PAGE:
Writing Macros in Crystal

The existing documentation for macros in Crystal leaves a wee bit to be desired, especially if you want to do anything that’s a bit off-the-rails. So here we go, some top tips for macros in Crystal.

There are two different types of interpolation - {{ foo }} will put the result of foo into the code, whereas {% foo %} will evaluate it and ignore the result. Much like <%= foo %> and <% foo %> in embedded Ruby. So if you want to print something to debug the macro, then use {%. This is obvious if you notice that conditionals and loops in macros always use {% because they shouldn’t actually output anything themselves.

Something that I didn’t realise initially was that you can assign variables in non-expanding interpolation (the {% kind). This makes your code a lot tidier.

When writing a macro it is super useful to be able to see the generated code - to do this you can use {% debug %}! It will output the current “buffer” for the macro, so you can just put it at the bottom of your macro definition to see what is being generated when your code compiles.

@type is definitely not given the attention it needs. It is essential for writing macros that change aspects of the current class or struct. For example:

macro auto_to_string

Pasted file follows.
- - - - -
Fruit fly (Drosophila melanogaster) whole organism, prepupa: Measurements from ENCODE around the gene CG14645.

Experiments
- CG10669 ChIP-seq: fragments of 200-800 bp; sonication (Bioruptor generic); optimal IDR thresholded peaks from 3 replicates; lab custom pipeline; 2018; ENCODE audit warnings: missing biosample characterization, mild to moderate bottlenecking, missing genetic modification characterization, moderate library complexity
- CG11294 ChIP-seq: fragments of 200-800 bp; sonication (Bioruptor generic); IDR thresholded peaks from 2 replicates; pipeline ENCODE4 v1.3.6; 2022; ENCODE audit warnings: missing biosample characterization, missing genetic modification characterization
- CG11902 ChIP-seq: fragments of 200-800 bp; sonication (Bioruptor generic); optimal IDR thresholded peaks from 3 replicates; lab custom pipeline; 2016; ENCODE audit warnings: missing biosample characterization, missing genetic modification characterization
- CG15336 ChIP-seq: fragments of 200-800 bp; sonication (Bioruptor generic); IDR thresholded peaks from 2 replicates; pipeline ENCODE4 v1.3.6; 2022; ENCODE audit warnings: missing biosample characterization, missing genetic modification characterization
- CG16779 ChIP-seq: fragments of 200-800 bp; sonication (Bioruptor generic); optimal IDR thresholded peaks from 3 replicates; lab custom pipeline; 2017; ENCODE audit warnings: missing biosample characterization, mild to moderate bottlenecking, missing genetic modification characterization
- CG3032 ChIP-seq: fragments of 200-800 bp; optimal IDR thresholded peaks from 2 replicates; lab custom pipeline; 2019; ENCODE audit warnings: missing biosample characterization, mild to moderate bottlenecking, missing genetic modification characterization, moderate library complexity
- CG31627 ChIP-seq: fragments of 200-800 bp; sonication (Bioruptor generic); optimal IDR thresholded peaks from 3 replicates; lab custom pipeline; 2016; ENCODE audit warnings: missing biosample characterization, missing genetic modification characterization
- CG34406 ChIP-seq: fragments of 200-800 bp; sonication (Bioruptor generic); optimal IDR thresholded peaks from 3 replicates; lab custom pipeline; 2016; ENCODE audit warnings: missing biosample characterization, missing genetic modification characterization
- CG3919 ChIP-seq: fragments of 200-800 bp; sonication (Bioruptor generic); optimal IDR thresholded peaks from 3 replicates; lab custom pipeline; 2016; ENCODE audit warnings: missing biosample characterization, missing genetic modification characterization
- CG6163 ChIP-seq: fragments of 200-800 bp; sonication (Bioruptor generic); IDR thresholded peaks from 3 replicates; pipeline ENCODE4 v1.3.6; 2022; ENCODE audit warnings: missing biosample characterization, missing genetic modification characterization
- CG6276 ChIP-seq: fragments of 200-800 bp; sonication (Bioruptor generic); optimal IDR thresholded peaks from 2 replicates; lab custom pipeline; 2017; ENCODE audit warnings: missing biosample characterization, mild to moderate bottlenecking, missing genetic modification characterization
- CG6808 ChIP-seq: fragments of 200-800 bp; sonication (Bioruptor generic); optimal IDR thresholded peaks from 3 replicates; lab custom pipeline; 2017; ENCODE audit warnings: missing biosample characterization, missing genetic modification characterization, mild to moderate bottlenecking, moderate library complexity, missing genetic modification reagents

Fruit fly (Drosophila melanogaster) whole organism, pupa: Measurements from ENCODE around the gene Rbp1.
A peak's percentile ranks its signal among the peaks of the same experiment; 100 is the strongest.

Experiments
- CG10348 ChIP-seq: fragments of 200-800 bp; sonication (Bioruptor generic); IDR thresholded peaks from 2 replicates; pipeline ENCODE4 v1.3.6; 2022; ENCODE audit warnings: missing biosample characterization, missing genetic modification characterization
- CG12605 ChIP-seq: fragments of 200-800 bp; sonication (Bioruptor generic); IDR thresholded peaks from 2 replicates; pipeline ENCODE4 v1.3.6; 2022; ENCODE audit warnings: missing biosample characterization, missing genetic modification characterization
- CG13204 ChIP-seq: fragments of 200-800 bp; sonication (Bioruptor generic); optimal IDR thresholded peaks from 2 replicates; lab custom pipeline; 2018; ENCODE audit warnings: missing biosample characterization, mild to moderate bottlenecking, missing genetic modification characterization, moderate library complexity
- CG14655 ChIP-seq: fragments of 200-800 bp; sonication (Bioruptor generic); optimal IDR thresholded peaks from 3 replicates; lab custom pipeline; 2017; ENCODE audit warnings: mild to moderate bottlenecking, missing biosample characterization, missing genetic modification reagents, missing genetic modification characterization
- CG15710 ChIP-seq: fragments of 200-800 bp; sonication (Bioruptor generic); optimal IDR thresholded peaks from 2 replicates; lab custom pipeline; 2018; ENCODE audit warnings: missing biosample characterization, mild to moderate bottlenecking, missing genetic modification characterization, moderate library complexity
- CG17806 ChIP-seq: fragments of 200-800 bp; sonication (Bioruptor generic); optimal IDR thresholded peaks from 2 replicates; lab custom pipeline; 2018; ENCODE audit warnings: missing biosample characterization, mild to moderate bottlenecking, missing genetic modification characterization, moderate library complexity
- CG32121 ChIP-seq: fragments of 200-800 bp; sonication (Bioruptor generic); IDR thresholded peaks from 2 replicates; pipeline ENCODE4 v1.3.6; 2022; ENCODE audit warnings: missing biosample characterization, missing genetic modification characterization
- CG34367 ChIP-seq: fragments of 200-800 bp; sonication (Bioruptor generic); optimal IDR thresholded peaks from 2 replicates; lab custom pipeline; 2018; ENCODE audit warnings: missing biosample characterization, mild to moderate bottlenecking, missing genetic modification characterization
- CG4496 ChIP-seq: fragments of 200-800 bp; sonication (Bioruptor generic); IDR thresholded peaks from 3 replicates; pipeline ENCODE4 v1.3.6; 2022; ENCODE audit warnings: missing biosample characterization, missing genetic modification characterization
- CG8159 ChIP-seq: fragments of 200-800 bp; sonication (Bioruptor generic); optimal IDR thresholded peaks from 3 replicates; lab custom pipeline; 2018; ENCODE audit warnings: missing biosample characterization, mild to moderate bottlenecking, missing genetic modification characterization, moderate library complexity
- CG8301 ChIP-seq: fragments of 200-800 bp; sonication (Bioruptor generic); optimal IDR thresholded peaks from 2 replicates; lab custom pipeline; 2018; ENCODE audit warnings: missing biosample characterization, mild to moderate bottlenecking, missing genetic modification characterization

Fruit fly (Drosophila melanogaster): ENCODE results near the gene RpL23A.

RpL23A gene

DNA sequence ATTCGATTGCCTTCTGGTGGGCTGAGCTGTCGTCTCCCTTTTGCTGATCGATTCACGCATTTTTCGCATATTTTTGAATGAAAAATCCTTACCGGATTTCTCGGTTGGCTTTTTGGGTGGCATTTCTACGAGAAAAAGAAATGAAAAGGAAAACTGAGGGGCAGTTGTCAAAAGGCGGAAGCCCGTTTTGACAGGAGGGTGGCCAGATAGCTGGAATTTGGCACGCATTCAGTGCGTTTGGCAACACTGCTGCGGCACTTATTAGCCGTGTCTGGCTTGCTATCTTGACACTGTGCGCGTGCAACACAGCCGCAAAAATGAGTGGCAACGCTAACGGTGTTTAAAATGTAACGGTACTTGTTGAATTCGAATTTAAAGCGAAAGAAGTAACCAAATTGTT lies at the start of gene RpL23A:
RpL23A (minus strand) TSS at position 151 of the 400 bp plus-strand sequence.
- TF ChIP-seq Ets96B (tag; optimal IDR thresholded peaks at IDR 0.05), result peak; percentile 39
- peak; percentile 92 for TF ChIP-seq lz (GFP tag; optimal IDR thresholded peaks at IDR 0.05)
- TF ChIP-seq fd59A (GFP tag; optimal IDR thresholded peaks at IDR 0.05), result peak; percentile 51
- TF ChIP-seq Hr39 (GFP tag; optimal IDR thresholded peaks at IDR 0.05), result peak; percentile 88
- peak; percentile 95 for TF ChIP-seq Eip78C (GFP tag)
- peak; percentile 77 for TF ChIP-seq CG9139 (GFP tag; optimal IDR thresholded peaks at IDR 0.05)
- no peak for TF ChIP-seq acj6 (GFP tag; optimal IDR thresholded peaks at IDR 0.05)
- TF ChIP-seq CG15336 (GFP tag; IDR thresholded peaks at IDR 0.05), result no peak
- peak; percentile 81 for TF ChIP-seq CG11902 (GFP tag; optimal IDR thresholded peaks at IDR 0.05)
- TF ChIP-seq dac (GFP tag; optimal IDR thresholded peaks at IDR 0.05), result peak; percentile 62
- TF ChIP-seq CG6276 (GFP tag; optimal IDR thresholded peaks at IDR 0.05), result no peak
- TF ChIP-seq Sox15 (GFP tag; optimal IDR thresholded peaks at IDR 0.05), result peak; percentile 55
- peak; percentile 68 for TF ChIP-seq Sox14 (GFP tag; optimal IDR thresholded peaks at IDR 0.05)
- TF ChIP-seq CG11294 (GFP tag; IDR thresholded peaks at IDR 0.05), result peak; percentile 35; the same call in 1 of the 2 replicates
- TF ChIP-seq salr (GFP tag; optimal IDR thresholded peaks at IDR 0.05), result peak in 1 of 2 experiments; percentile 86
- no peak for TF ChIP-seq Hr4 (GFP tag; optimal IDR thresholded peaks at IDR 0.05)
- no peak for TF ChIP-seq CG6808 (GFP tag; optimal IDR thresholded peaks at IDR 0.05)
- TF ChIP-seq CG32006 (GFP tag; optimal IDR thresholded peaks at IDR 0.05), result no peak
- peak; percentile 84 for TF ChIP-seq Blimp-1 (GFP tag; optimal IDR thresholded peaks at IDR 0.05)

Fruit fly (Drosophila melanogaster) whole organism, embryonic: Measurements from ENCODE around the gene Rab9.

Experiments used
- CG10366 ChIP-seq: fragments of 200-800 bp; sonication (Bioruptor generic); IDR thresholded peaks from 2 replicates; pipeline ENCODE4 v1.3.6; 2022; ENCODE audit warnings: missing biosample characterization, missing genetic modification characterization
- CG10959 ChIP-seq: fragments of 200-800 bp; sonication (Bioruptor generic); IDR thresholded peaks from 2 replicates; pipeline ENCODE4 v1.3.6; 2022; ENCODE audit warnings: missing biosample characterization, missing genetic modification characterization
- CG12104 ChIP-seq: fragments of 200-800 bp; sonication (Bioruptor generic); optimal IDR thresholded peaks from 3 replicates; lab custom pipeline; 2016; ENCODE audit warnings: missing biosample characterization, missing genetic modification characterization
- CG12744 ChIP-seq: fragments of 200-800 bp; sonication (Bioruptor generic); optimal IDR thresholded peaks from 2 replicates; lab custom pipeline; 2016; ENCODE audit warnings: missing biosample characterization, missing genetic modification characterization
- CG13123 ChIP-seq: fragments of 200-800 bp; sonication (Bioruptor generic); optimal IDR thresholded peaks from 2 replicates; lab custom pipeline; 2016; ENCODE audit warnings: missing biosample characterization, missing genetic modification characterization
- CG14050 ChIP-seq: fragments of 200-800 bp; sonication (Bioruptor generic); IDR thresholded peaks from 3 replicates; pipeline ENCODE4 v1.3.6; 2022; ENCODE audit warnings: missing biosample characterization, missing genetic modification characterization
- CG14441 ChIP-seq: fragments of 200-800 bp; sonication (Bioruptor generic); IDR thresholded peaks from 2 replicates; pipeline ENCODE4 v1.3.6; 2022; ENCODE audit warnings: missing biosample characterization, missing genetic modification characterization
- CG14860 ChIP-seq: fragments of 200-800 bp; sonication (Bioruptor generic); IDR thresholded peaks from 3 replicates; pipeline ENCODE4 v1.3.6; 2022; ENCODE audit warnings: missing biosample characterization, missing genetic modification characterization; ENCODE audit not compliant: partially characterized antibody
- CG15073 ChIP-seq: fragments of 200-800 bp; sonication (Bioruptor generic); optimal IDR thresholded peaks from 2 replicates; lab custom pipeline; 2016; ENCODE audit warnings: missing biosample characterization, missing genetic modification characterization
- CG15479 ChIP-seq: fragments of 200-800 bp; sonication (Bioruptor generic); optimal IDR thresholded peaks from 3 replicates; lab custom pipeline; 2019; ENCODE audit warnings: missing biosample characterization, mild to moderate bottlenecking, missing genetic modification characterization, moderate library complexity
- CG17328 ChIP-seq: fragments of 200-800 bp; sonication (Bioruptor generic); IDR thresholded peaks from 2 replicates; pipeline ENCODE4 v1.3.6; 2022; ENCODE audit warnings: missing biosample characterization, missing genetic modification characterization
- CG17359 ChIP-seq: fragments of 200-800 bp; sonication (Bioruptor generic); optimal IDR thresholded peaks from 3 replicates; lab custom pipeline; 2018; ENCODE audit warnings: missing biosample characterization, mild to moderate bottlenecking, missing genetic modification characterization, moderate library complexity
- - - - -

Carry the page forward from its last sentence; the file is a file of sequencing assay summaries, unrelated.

def to_s(io)
    io << {{ @type.stringify }}

.stringify basically returns the syntax tree wrapped in quotes, so 44.stringify gives "44" at compile time.

When we call this method in some class, a new method will be generated:

class SomeNeatClass
  auto_to_string # Calling the macro will expand the code here

  # This is what will be generated:
  def to_s(io)
    io << "SomeNeatClass"

The class name is turned into a string at compile time. @type will be some kind of TypeNode - checking what kind it is using .is_a? and the methods in the imaginary macros module lets you do different things based on what it is - like if it has generic types, what its superclasses are, etc. Although do remember that this information is limited to what is known by the compiler when the macro is invoked - so if you use @type.methods in a macro that is expanded before any methods are defined, there won’t be any there:

macro print_instance_methods
  {% puts @type.methods.map &.name %}

class Foo

  def generate_random_number

# This will print:
# []
# [print_instance_methods]

Depending on what you want to do, you could either move the code into a macro method - they get resolved when the first bit of code that uses them is compiled - or use the method_added and finished macro hooks.

The difficult thing about writing macros (especially if someone else has to use them) is doing unexpected things when you don’t get quite the input you expect. The error messages are often incomprehensible - just as you’d expect from an interpreted templating language that is used to generate code for another language, on top of which it is based.

Pretty much everything you run into in macros is some kind of *Literal class. Arrays are ArrayLiteral, booleans are BoolLiteral, nil is NilLiteral, etc.

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